9 times out of 10, I’d venture to guess you’re already scrolling down to the next dog video. When the sheer volume of content is so high, you can’t afford to discourage viewers from consuming your content. So don’t get in their way!

Our new social video strategy

As a general principle, if you’re going to post a video to Facebook, it should be something that can stand alone and be successful. All your viewers should have to worry about is watching the content. That’s why it’s best for businesses to post videos on Facebook that serve only one primary purpose.

Once we realized this might be the way to go, we started creating videos for Facebook that had the single goal of entertaining or delighting. Take a peek at this little ditty we made about a friend we like to call Hot Dog Man:

Believe it or not, this 1-minute hot dog video racked up more than 100,000 views.

That’s why we decided to focus on putting out videos that were impactful on their own without additional context and that were tailored to the channels we posted them on. We knew that asking too much from a viewer was a sure-fire way to get them to stop paying attention to us, so keeping it simple and entertaining was our top priority.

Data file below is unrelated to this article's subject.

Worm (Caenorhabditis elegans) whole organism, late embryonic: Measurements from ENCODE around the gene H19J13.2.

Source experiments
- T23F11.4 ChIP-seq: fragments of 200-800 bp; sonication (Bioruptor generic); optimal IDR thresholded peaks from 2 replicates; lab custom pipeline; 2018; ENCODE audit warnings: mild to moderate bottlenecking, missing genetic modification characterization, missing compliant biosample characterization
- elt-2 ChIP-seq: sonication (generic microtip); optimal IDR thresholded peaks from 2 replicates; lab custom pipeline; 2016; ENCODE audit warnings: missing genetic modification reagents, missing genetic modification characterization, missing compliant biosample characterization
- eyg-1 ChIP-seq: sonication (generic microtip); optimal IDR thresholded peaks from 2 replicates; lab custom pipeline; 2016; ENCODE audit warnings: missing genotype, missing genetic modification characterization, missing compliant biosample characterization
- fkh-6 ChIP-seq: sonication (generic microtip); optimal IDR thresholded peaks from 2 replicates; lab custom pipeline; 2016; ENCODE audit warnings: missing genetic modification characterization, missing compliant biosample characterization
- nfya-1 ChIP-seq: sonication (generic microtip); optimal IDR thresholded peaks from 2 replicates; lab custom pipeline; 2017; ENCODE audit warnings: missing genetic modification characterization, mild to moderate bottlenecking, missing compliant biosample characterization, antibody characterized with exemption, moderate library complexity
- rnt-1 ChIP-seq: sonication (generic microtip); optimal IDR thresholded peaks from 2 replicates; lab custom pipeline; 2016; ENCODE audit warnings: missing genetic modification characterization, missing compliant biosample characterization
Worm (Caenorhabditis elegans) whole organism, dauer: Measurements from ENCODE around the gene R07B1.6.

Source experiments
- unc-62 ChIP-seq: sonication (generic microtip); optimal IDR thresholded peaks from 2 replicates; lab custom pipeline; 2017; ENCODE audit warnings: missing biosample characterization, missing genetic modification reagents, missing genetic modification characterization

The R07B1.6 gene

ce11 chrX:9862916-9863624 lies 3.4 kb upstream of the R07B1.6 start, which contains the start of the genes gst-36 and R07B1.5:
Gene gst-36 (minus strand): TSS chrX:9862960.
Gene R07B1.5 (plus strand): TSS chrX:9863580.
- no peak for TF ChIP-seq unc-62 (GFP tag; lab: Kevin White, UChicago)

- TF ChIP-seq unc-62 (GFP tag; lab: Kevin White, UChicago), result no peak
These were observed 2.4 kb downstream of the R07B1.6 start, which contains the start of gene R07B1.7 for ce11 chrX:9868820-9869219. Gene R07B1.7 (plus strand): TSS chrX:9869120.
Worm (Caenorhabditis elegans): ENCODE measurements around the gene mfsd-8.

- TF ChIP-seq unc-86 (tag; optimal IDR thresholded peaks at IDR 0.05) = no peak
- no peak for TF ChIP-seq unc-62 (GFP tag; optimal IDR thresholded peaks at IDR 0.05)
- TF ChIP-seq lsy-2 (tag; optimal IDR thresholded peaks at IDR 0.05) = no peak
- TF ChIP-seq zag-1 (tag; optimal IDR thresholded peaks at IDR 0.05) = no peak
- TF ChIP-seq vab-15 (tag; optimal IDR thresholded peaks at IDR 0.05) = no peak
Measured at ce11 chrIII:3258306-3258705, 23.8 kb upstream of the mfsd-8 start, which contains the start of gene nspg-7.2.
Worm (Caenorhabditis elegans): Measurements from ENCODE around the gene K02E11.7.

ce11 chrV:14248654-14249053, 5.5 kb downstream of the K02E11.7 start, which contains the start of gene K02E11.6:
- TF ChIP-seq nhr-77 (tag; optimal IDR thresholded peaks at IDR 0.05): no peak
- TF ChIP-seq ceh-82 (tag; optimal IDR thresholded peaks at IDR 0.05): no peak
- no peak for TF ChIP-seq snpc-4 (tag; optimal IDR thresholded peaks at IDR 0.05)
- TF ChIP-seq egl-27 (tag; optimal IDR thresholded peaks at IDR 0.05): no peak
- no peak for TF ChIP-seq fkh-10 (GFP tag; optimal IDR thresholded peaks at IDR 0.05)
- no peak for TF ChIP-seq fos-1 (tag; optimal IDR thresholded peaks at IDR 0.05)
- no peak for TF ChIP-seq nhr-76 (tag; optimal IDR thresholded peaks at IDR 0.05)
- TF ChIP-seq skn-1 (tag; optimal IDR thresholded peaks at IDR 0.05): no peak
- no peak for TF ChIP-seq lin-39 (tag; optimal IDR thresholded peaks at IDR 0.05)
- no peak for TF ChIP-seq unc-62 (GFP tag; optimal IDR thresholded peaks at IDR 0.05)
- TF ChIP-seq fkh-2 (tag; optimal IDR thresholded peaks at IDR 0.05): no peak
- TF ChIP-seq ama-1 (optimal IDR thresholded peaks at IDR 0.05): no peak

“That’s why we decided to focus on putting out videos that were impactful on their own without additional context and that were tailored to the channels we posted them on.”

Put your videos to work

Syndication isn’t the enemy, especially if you’re just getting started with video. But if you start thinking about video as a type of media that is meant to be distributed rather than a strategy in and of itself, you might be more successful.

Put your stake in the ground — teach or entertain — and commit. When it comes to Facebook video, hanging out somewhere in the middle with a semi-educational, semi-entertaining teaser video didn’t work for us. Learn from our mistakes and start seeing success with your social videos!

Have you learned anything from posting videos on Facebook recently? Any tips or ideas we haven’t covered here? We want to hear about what you’ve learned!

January 3, 2018

Jenny Coppola